sat 22/02/2020

Jonestown: Terror in the Jungle, BBC Four review - meticulous account of a haunting American tragedy | reviews, news & interviews

Jonestown: Terror in the Jungle, BBC Four review - meticulous account of a haunting American tragedy

Jonestown: Terror in the Jungle, BBC Four review - meticulous account of a haunting American tragedy

How deranged cult leader Jim Jones led his Peoples Temple to the slaughter

Jim Jones with members of his Peoples Temple

It happened 42 years ago, but the mass suicide of 900 people at the Jonestown settlement in Guyana is still an event that freezes the blood. They were members of the Peoples Temple, the semi-totalitarian cult founded by Jim Jones, who began as a mere egomaniac but morphed into a bullying dictator convinced of his own God-like powers.

This was the first of two 80-minute Storyville films (on BBC Four) but the length paid off, allowing director Shan Nicholson to assemble a meticulously detailed portrait of the way Jones built up his “Temple” and persuaded ostensibly rational people to follow him unquestioningly. Indeed, the way Jones proselytised for socialist ideals of equality and racial harmony, personally adopting children of different ethnicities to create his own “rainbow family” at a time when this was far from a fashionable idea, initially appeared brave and even admirable. Many of his new followers felt that his Temple offered a welcoming haven, and allowed themselves to taken in by Jones’s self-aggrandising rhetoric.

Born in 1931, Jones grew up in Lynn, Indiana, and was described by one observer as “a little on the weird side”. He used to hold elaborate funerals for roadkill animals, and while his contemporaries idolised the American forces fighting in World War Two, Jones was fascinated by Hitler and his ability to manipulate crowds. His flop of black hair may have been an homage to the Fuhrer, though it was also striking how his hair, ostentatious sunglasses and sideburns frequently called Elvis Presley to mind.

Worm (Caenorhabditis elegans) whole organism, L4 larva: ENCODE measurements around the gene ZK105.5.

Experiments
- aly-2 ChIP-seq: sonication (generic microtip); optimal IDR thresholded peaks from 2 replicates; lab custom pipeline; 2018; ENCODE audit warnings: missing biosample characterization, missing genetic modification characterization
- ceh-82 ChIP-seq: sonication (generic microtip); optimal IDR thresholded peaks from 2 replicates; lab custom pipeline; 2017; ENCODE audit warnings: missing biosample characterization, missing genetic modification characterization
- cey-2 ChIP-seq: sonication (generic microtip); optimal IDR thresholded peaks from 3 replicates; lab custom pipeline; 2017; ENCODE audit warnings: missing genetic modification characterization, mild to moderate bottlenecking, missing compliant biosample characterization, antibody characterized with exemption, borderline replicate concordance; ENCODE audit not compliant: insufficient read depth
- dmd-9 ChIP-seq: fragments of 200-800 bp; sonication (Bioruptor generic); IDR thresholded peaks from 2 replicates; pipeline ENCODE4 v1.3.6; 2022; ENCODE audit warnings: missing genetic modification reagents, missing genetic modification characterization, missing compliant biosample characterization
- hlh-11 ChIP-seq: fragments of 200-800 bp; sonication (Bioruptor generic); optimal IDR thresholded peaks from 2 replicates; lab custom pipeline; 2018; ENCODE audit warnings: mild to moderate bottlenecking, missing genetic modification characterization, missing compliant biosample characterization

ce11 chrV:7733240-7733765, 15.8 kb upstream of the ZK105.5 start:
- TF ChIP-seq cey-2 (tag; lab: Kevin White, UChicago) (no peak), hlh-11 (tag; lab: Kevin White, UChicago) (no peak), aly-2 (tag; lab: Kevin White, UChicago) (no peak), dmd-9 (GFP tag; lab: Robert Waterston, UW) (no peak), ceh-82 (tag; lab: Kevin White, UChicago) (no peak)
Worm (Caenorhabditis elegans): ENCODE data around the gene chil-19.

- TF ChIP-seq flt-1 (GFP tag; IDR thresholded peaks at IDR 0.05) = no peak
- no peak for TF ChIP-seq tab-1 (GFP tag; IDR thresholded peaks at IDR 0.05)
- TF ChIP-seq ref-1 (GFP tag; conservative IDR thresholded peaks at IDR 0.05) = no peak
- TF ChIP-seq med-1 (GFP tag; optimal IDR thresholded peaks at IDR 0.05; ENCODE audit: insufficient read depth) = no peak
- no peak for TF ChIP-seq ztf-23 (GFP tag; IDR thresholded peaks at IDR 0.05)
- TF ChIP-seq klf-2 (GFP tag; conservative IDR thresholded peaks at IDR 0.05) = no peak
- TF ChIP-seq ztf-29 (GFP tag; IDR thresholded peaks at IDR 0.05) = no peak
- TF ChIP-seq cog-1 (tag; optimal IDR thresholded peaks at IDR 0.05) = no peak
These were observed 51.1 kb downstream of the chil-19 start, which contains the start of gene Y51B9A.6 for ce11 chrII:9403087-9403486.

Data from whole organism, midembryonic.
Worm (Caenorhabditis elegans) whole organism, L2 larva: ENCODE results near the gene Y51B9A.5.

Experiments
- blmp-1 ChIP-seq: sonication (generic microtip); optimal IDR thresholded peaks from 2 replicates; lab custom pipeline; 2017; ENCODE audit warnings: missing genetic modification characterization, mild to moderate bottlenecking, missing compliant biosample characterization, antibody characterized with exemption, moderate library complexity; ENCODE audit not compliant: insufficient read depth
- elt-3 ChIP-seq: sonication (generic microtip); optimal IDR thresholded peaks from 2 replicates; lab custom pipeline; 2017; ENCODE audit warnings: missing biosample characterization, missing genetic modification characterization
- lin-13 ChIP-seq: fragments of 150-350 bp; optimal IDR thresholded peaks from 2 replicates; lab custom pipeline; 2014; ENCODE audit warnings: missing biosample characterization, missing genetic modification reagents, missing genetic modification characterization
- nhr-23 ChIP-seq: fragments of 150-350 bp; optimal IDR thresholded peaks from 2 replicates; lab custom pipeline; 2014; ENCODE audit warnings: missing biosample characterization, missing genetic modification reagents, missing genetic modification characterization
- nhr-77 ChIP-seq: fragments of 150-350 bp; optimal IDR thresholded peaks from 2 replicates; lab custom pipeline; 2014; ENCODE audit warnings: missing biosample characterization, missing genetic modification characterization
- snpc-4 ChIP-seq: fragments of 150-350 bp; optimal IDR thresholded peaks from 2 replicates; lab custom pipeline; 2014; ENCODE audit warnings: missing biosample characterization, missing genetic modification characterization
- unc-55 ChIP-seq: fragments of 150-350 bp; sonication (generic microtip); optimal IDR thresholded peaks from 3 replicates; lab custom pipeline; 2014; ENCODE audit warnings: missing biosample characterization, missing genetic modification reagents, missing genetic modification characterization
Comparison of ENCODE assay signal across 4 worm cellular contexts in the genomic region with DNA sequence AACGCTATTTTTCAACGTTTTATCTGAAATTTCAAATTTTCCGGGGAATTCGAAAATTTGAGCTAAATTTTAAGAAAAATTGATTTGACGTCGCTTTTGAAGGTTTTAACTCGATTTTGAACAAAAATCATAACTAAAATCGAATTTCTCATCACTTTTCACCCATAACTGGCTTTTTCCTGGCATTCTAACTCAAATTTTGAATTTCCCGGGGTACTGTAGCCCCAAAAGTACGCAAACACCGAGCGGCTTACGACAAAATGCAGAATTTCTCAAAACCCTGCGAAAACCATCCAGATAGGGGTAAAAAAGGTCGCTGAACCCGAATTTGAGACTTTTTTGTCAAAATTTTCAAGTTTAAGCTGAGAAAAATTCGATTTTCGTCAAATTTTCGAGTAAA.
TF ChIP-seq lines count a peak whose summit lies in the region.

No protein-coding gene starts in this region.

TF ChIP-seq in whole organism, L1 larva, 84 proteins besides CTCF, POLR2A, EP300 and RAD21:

As his Temple and his personal influence grew, so gradually Jones’s dark side began to emerge. He developed an eye-catching line in faith healing stunts, driving his congregations into delirious states as he did so, but these later proved bogus. A woman whose broken leg he miraculously cured was found to have been drugged and had a plaster applied to her perfectly sound leg. His cancer “cures” were merely illusory. Even more outrageous was his staged assassination, where he arranged for a gunman to fire blanks at him, then got a henchman to parade his bloodied shirt with bullet-holes in it before his faithful. Then Jones himself appeared, his “wounds” sensationally healed.

The plentiful archive footage demonstrated that he was a charismatic speaker with a domineering air of command which easily kept his disciples, who frequently seemed to be damaged or introverted characters, in the role of malleable supplicants. Jones also had a lust for power and made influential political friends, including the Governor of California, the Mayor of San Francisco and President Jimmy Carter’s wife. However, growing success and a burgeoning public profile fuelled his dictatorial urges, with a severe amphetamine habit adding raging paranoia to the mix.

He set up a “planning commission” to control his flock, and beatings were administered to unruly members. Anyone attempting to leave the Temple could expect death threats. A newspaper expose prompted Jones to flee the USA and set up a compound in the Guyanese wilderness, but it proved to be an unsustainable folly. The consequences, which included the murder of US congressman Leo Ryan, will be explored in ghastly detail in Wednesday night’s part two.

Jones was fascinated by Hitler and his ability to manipulate crowds


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